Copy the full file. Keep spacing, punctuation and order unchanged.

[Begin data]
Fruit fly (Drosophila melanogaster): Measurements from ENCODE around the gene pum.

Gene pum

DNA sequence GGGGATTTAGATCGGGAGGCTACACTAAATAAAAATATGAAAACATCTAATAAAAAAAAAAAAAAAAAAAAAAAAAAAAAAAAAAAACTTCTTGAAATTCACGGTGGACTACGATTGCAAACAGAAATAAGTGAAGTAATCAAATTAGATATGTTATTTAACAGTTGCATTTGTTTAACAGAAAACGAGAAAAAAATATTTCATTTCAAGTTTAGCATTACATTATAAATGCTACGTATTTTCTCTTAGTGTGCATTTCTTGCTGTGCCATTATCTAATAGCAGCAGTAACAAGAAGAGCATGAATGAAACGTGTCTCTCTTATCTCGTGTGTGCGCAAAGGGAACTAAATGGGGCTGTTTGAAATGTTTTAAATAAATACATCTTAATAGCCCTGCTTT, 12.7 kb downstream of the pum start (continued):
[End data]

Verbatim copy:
Fruit fly (Drosophila melanogaster): Measurements from ENCODE around the gene pum.

Gene pum

DNA sequence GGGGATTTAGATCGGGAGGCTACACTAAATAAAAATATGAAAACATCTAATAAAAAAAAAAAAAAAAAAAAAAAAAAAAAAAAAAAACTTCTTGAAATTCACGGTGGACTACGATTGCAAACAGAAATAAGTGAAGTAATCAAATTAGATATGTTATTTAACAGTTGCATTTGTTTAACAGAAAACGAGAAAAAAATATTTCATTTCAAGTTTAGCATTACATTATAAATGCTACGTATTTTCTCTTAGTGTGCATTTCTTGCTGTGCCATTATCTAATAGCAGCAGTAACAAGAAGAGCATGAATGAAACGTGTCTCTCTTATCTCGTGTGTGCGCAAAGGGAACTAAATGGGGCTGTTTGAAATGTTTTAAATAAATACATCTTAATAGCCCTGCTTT, 12.7 kb downstream of the pum start (continued):